In the UK, the Green Property Alliance unites a number of industry organisations with interests in sustainability. A notable achievement of the alliance has been to agree a set of green metrics for energy use, greenhouse gas emissions, water use and waste management in commercial buildings. More needs to be done to bring some commonality to global standards of measurement, but at the global level the number of organisations involved in sustainability issues is numerous and diverse and goes beyond the real estate arena.
Liz Peace, chief executive of the British Property Federation, says a global common framework for measurement and reporting on environmental issues would be a big step forward, but the barriers to achieving this are huge. "EPRA is doing an exercise on this at the moment and we have fed into them some work we have done in the UK. They have been receptive to that. Similarly we have fed our research on a common framework and reporting system to UNEP Sustainable Buildings and Climate Initiative. We are trying to make inroads in that direction. It's not easy because across Europe, and the world, you have many different systems of measurement.
"Trying to pull together national initiatives is very difficult. But the property representative bodies try very hard to share their thinking."
While recognising the major achievement on metrics standardisation of the Green Property Alliance in the UK, Paul McNamara, head of research at Prupim, would like to see more progress. He thinks investors themselves could be more proactive in driving a co-ordinated approach. In his work for the United Nations Environment Programme Finance Initiative, he is advocating more input from investors on what they want from metric providers.
"Investors have tended to see it purely as a technical thing, but they are paying the price for it now," he says. "They are being asked a hundred and one questions by multiple organisations on behalf of multiple clients. It is bamboozling and costly.
"However, some of the bigger metrics providers are beginning to look at how do you put a generalised global framework around the area of metrics but within that allow local or regional specificity in the metrics."
While even limited achievements in standardising metrics should be celebrated, in other areas there is still a lack of progress as different bodies pursue their own agendas. Policy is an example of where McNamara feels more could be done.
"There has been a reluctance to actively engage in policy debate," he says. "But such is the importance of property to the problem and solution of carbon emissions that the industry is going to need to engage with policymakers, otherwise policymakers may do things that have unintended or unpalatable consequences. It would be better if they were able to co-ordinate. Maybe the Property Industry Alliance and the Green Property Alliance need to move on from metrics and think about what a policy dialogue with the government might be."
At the European level INREV representing non-listed funds and EPRA representing the listed sector are making efforts to work together for the common good of the industry. Mituzas at INREV is liaising with Gareth Lewis of EPRA on what they could jointly work on in relation to EU regulation. "Our view is he and I should have more discussion to make sure what the listed side is doing at EPRA and our views are aligned. We should co-ordinate our efforts. If we at INREV can take some points from what the listed side do and add that to reporting requirements for the non-listed throughout Europe, that would make good sense."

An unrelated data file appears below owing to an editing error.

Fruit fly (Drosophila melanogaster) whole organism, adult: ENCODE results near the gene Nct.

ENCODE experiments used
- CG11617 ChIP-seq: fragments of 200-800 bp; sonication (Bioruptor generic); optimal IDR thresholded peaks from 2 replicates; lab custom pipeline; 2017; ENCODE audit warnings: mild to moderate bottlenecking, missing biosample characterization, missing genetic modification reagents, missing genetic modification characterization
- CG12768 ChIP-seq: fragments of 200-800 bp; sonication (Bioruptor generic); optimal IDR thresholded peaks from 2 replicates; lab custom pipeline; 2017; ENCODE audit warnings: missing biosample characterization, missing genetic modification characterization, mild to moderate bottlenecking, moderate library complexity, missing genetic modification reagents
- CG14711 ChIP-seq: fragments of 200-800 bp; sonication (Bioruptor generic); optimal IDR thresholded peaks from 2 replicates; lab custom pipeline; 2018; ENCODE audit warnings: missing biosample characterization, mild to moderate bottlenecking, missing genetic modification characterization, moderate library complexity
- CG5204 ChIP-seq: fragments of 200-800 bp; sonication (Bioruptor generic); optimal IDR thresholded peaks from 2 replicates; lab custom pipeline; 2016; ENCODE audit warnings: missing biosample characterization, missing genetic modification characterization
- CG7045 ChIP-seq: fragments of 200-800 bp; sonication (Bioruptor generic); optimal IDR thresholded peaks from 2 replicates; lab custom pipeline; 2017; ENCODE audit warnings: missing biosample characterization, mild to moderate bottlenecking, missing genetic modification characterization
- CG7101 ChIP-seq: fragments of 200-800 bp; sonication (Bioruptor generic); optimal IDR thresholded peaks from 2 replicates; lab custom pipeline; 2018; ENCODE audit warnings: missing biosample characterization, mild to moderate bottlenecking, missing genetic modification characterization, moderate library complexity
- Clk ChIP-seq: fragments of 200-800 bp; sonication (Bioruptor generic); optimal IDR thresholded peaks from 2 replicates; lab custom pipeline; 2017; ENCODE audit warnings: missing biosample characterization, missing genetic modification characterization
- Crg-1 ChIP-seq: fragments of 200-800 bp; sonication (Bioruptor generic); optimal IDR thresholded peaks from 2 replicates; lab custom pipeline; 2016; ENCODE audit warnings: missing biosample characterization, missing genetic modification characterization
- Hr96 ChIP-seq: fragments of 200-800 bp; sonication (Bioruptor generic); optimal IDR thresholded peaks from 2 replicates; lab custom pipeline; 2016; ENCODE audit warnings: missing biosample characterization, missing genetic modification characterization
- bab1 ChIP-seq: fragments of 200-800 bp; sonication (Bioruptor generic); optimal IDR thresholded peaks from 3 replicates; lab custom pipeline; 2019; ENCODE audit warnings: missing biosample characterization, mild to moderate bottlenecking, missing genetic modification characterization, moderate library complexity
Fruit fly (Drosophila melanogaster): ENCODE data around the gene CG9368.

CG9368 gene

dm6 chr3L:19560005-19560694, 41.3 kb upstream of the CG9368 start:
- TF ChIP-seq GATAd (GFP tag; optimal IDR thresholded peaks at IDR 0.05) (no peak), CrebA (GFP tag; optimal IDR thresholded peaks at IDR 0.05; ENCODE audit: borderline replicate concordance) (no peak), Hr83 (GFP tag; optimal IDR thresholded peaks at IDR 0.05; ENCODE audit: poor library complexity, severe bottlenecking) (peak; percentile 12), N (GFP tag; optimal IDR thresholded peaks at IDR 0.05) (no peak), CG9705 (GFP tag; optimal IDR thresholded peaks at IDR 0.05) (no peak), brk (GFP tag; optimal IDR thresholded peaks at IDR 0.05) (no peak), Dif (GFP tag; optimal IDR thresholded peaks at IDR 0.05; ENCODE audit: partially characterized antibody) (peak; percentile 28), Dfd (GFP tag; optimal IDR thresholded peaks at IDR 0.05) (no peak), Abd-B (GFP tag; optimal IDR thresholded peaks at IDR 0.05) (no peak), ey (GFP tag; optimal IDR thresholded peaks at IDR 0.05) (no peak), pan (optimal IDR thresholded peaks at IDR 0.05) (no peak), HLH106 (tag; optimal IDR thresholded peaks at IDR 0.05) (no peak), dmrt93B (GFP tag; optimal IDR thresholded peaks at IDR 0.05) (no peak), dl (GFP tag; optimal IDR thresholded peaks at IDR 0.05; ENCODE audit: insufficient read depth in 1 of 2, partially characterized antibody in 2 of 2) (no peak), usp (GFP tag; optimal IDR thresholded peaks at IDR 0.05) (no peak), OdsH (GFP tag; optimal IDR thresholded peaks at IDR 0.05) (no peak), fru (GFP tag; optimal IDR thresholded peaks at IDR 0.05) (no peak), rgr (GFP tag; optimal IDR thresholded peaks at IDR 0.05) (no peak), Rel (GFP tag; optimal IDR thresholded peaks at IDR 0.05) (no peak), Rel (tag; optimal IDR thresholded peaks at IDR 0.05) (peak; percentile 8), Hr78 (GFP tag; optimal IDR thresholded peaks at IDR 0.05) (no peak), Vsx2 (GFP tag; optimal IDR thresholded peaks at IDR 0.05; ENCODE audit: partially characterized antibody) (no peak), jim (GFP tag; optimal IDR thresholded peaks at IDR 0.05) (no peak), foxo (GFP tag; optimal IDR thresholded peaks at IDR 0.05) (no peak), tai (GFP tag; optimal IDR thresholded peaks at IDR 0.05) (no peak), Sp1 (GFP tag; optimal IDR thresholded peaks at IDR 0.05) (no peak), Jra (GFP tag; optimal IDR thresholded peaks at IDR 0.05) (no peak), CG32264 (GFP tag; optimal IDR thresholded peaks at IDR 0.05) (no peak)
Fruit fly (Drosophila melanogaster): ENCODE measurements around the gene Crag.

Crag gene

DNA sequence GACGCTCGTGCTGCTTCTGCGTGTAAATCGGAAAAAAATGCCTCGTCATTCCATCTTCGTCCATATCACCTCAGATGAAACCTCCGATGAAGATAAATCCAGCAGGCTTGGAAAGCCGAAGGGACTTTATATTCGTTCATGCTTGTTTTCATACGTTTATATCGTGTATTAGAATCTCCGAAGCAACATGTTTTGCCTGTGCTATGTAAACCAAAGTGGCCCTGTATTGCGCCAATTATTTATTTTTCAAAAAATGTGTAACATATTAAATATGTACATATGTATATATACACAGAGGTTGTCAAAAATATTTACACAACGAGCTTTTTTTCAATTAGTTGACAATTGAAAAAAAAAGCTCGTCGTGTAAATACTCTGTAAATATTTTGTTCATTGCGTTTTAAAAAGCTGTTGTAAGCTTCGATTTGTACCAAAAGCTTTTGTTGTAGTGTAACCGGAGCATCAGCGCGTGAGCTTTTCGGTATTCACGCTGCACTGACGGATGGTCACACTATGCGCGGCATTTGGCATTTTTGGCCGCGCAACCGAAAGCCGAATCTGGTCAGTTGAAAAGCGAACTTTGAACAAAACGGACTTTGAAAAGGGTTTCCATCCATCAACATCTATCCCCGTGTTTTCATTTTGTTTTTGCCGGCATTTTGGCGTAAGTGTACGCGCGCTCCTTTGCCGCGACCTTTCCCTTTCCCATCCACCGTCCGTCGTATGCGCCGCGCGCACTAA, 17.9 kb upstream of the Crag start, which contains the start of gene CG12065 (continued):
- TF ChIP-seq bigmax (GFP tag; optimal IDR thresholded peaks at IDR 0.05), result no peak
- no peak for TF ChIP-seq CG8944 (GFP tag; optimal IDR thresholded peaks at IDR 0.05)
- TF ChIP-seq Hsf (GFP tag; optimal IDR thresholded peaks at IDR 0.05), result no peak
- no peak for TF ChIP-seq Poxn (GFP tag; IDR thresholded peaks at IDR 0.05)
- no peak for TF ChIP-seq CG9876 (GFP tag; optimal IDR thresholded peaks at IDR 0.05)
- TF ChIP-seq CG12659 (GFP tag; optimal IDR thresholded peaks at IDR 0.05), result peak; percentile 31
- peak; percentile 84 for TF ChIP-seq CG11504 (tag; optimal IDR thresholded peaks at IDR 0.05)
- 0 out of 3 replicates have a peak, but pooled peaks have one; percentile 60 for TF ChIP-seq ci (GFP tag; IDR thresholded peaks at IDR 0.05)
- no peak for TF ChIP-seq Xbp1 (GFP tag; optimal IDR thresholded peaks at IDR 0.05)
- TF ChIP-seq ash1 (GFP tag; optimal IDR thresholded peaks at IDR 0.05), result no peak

INREV has been criticised for being too close to investors, at the expense of managers, a criticism it has worked hard to put right.
In INREV's defence, Craston says: "INREV has made a conscious effort to try to get more engagement from managers. It was once in danger of being a forum where investors would get together and scrutinise managers. It has worked hard to address that investor domination."
EPRA too has its critics. Some have said it fails to get engagement from investors. Its membership comes from a wide range of industry representatives, but first and foremost the listed industry itself for which it acts as the industry's trade association. Some 48% of its membership are property companies and REITs, but making up 19% of the members, investors form the next largest group.
Romain Triollet, EPRA's director of public affairs, says the organisation engages with investors, as it does with all its members. "Investors are involved as members - they participate in working committees, they contribute whenever we develop policy. For example, we usually circulate a brief to members and ask for feedback before we develop a position."
EPRA has also been active in making itself more open to investors via its ‘investor outreach' programme. This investor education programme has the goal of "promoting listed real estate as a transparent and sound investment class" via discussions, seminars and networking events aimed at investors.
Triollet says the programme allows the organisation to have contact with investors on a regular basis. "Each time we have an event on the sidelines there will be meetings organised with investors. Every time we travel to a European capital we always try to organise meetings with investors."
Obviously the education of investors about REITs by an organisation that represents the interests of listed property are two aims which might be at odds with each other, and which investors could be mistrustful of.
"Do I want a representative body in REITs taking a lead in investor education? To be honest I don't," says Tony Key, professor of real estate economics at Cass Business School. "My preferred model for representative bodies are NCREIF in the US or the Pension Real Estate Association, which are dispassionate. They don't regard it as their job to lobby for the asset class. They are there to describe it rationally and coolly but they are not yet another promotional sales agency."